Jets Defensive Depth Keeping Them Afloat

“Who’s on deck?”

It’s a question you might think is more fitting to ask during a baseball game, but the Winnipeg Jets have been asking it quite often lately, too.

When it comes to their d-corps, the Jets have had to rely on the proverbial “next man up” extensively this year. As injury after injury to key personnel have left holes in their blue line all season long, they’ve had to plug those holes with whoever’s available.

For many other teams, losing core members of their defense leads to the dam bursting, a flood of goals against, and their playoff hopes being washed away.

Not for the Jets, though.

The defensive depth of the Jets has allowed them to quell the pressures of their opponents. It’s one of the key reasons they’re a lock for these playoff spots.

A Battered Battalion

The Winnipeg Jets d-line has been depleted often throughout this season.

Stalwarts have been on the shelf. Dustin Byfuglien missed twelve games with two different injuries. Jacob Trouba missed 20 games with an apparent ankle injury and was forced to leave Sunday’s game against the Stars after colliding with Jamie Benn.

Jets defenseman Jacob Trouba
Jacob Trouba is just one of many key Jets d-men that have missed extended time in 2017-18. (Dennis Wierzbicki-USA TODAY Sports)

Toby Enstrom was laid up for nearly eight weeks from mid-November to early January. Other nagging injuries have limited him to just five games in the last month. Dimtry Kulikov had been hampered by a laundry-list of minor ailments – causing him to miss 10 games – before he re-aggravating a back injury that limited him to 47 games last season on Mar. 8. He decided to opt out of a surgery that would have caused him to miss two months, but will still be out of commission for three-to-four weeks.

Tobias Enstrom Jets
Tobias Enstrom has been in and out of the Jets lineup all season long. (Robin Alam/Icon SMI)

Overall, as of Mar. 16, the Jets have lost 72 defensive man-games to injury, more than all but seven NHL teams.

One Man’s Loss is Another Man’s Gain

The so-called “plugs” the Jets have relied on so much this year have turned out to be solid patches of cement.

Ben Chiarot, Tyler Myers, and Tucker Poolman have all been asked to shoulder more responsibilities as a result of injuries. The trio has filled the void admirably with solid play and have helped the team navigate the Central Division’s rough waters.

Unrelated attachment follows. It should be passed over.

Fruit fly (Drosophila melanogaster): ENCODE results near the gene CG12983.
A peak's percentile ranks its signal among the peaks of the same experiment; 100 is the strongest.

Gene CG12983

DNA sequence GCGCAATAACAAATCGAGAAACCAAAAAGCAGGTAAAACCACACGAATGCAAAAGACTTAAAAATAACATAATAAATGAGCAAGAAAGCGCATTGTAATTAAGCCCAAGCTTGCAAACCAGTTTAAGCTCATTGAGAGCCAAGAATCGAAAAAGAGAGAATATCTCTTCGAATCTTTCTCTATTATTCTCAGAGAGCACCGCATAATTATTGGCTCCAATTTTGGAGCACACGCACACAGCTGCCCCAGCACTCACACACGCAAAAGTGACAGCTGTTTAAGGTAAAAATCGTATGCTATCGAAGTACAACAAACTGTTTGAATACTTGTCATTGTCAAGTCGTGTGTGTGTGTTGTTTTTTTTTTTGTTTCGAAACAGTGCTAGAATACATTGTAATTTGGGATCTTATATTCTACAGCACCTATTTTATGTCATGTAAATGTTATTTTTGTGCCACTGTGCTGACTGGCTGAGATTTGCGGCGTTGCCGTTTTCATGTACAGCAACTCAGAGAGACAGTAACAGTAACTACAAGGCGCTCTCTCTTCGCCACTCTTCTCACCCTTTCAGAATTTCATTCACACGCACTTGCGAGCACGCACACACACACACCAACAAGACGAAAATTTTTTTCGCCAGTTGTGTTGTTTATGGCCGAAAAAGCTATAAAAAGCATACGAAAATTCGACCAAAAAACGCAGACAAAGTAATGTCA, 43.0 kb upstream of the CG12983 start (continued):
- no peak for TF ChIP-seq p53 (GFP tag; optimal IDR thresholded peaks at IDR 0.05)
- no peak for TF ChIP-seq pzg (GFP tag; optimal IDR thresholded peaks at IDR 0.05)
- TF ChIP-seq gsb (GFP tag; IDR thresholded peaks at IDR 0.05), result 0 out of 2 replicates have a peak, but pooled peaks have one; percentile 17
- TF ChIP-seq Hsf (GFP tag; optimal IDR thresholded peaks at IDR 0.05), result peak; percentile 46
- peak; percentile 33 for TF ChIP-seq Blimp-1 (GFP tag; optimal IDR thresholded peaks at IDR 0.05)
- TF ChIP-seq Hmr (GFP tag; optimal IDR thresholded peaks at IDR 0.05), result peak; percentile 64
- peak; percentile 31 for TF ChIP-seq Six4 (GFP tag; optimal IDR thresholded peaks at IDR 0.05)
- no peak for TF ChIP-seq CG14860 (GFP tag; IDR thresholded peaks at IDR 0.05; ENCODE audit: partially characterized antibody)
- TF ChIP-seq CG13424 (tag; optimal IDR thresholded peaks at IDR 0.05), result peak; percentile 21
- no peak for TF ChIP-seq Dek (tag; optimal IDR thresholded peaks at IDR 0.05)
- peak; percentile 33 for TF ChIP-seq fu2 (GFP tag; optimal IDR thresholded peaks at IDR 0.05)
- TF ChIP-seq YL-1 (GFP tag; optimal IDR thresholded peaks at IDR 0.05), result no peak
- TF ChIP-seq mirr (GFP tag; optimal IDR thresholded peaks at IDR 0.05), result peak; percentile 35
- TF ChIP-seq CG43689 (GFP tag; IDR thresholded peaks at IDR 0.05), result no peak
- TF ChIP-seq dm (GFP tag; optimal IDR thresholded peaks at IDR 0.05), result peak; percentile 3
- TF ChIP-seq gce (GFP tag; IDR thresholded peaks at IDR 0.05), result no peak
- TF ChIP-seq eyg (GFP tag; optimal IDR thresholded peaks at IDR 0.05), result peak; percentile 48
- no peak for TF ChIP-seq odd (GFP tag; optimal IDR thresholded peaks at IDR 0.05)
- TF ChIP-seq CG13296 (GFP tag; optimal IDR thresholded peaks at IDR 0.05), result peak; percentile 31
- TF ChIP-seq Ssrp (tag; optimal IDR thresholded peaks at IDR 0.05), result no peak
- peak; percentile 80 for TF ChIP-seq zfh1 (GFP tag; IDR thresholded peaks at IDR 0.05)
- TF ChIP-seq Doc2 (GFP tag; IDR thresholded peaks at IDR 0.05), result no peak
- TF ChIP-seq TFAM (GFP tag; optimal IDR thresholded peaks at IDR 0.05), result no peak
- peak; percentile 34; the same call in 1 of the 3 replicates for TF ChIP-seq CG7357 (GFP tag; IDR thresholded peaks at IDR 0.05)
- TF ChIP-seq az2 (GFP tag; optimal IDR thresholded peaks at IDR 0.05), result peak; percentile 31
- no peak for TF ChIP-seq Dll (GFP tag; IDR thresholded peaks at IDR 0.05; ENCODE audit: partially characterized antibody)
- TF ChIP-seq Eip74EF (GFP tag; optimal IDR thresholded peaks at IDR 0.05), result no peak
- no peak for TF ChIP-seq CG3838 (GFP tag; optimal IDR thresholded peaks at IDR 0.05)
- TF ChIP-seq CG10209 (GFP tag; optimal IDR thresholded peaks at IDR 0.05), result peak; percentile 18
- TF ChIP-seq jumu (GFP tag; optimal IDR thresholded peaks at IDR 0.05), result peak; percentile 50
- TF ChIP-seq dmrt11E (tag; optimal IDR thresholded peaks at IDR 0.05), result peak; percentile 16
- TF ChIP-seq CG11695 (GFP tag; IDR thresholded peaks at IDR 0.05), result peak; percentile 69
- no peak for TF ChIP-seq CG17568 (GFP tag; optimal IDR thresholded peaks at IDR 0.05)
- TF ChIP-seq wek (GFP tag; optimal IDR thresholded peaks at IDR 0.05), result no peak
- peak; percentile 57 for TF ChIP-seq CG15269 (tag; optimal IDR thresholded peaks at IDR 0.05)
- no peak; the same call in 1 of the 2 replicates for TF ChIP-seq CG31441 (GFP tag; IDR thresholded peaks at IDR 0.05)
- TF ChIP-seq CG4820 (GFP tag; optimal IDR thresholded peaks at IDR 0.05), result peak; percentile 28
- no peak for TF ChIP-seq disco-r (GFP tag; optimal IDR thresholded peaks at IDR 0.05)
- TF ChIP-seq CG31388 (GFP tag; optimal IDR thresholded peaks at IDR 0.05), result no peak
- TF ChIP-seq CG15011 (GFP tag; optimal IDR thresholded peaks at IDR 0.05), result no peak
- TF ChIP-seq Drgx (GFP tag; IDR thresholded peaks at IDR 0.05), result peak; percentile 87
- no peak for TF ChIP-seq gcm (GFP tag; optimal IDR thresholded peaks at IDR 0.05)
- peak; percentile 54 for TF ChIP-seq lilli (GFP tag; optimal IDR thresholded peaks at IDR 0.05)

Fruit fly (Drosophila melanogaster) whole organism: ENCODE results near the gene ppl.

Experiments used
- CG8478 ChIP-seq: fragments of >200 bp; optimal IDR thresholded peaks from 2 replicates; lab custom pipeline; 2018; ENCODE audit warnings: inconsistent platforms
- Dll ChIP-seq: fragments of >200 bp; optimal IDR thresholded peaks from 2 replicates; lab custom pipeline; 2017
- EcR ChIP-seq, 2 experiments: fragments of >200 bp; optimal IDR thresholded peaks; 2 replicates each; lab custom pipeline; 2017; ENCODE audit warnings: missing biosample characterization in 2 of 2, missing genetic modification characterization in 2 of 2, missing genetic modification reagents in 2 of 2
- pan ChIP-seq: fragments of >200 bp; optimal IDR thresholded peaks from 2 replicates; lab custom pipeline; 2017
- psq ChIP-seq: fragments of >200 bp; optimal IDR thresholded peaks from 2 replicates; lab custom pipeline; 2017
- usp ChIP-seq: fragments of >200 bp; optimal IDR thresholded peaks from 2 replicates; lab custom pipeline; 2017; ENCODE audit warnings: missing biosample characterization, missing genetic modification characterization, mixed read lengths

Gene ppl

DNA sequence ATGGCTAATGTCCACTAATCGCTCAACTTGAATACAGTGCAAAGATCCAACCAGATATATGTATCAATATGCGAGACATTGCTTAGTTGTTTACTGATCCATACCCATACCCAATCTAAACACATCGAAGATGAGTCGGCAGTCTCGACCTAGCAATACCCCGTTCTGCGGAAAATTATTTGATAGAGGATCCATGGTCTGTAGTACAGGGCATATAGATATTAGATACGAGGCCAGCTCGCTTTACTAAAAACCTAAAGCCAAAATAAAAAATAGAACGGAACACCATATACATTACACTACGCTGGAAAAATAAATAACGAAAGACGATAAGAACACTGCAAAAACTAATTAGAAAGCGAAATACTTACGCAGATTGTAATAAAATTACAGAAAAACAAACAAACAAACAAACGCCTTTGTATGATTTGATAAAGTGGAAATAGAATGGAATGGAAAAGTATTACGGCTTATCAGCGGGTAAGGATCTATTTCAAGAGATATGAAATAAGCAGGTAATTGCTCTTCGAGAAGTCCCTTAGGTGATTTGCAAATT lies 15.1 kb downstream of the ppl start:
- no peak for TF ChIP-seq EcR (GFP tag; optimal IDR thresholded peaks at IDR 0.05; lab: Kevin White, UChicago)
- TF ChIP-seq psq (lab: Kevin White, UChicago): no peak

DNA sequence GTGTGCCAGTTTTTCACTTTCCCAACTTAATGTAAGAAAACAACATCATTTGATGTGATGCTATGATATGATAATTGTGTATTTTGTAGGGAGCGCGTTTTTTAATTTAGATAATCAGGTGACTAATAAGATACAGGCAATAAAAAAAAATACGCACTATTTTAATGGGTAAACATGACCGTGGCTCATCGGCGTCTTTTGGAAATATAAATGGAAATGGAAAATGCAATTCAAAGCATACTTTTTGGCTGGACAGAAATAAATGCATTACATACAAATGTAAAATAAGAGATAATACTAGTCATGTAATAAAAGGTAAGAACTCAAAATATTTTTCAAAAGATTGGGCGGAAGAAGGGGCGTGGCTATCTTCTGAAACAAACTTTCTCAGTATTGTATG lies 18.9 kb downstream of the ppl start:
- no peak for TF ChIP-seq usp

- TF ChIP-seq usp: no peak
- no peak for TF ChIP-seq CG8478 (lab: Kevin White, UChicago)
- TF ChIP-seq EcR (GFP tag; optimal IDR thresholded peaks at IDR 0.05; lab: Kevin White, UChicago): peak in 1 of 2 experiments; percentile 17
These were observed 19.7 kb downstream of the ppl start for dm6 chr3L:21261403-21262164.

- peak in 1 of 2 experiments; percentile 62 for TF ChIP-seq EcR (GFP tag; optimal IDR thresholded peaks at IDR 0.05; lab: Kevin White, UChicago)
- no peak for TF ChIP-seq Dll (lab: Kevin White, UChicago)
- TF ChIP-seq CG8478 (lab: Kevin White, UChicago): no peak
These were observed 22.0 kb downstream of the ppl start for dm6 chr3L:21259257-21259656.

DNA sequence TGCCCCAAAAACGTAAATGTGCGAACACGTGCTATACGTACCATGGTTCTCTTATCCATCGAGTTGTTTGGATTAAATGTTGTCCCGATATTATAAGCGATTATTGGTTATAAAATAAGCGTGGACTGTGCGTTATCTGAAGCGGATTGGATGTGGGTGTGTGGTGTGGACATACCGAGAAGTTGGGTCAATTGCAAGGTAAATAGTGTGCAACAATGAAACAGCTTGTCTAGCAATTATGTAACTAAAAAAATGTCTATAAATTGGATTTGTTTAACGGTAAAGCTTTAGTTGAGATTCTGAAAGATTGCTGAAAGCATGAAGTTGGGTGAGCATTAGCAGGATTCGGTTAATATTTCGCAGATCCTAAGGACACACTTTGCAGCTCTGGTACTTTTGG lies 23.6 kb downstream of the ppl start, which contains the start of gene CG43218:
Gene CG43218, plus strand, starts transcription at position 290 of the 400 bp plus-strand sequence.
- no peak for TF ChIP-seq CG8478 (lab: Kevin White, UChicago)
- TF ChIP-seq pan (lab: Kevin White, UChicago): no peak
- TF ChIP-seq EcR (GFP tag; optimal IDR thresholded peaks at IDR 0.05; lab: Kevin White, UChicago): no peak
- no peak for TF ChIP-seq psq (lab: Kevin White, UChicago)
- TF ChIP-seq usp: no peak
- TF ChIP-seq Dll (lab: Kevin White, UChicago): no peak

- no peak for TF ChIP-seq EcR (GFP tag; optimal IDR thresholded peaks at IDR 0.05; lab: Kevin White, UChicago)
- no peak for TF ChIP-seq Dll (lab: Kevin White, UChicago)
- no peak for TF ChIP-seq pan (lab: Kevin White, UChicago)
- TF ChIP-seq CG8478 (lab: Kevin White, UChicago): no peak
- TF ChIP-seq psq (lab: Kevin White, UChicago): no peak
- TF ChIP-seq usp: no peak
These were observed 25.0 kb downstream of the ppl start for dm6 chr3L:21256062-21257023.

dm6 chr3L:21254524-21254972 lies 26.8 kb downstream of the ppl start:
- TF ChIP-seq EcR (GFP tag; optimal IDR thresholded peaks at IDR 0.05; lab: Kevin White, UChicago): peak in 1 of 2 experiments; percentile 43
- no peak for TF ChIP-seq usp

Ben Chiarot’s Big Shot

Ben Chiarot – who entered the year as the seventh defenseman and logged more press-box time than ice time early season – is now quietly enjoying a career year.

Ben Chiarot - Winnipeg Jets
Ben Chiarot has received more consistent playing time this year and has found his groove. (Amy Irvin / The Hockey Writers)

The 26-year-old has been a steady, nightly contributor over the last number of months – he’s made it tough for Paul Maurice to take him out of the lineup.

Maurice praised his physicality and quick feet in an interview with the Winnipeg Sun’s Ken Wiebe. Chiarot’s matched his point total from last season and been a physical presence.

“Things are clicking right for me right now, that’s all I can say really,” Chiarot told Wiebe. “I’m just playing on my toes and the coaches have confidence in me right now.”

Tyler Myers Playing a Big Role

Tyler Myers, the hulking 6’8″, 230-pound Texas product, has played a role even bigger than his stature.

Tyler Myers
Tyler Myers has been thrust onto special teams at times this season and has been a boon to the Jets on the man advantage. (Tom Szczerbowski-USA TODAY Sports)

Myers has played an expanded role on special teams. He’s gotten a lion’s share of power play time and it’s showed in his point totals – 16 of his 34 points have come on the man advantage, which ties a career high.

Myers is still prone to defensive miscues from time to time, and his average time on ice of 21:17 is actually down a little from previous years.  The usual third-pairing defenseman isn’t exactly an offensive dynamo, but he deserves a lot of credit for making sure the Jets power play kept firing even when the big guns on the blue line were MIA.

Poolman and Morrow Providing Insurance

Tucker Poolman has done his share of biding his time in the press box and bouncing between the Moose and Jets this year. When he’s gotten a shot, though, he’s quietly done yeoman’s work.

The UND product is capable of playing both sides and brings his size to the lineup every time he’s in. At age 24 and with plenty of college experience, he’s no greenhorn.

Poolman is someone Maurice can call upon when needed and know won’t be a liability.

Kevin Cheveldayoff also boosted the Jets’ depth with a shrewd deadline move. He added Joe Morrow for the modest price of a fourth-round pick.

Morrow has over 100 NHL games under his belt and has found some quick chemistry with Ben Chiarot. A restricted free agent at the end of the year, Morrow likely isn’t in the Jets long-term plans.

However, with injuries to Trouba and Kulikov since Morrow’s acquisition, the low-risk move looks like it will reap at least some reward and give the Jets some peace of mind down the stretch.

Joe Morrow - Winnipeg Jets
The deadline day acquisition of Joe Morrow provides the Jets with even more depth. (Amy Irvin / The Hockey Writers)

Not many teams could survive being as banged up on defense as consistently as the Jets. The Jets have not only survived, but they’ve thrived, despite their busy infirmary.

They can thank their deep pool of “next men up” for embracing their opportunities and helping them stay afloat near the top of the Central for that.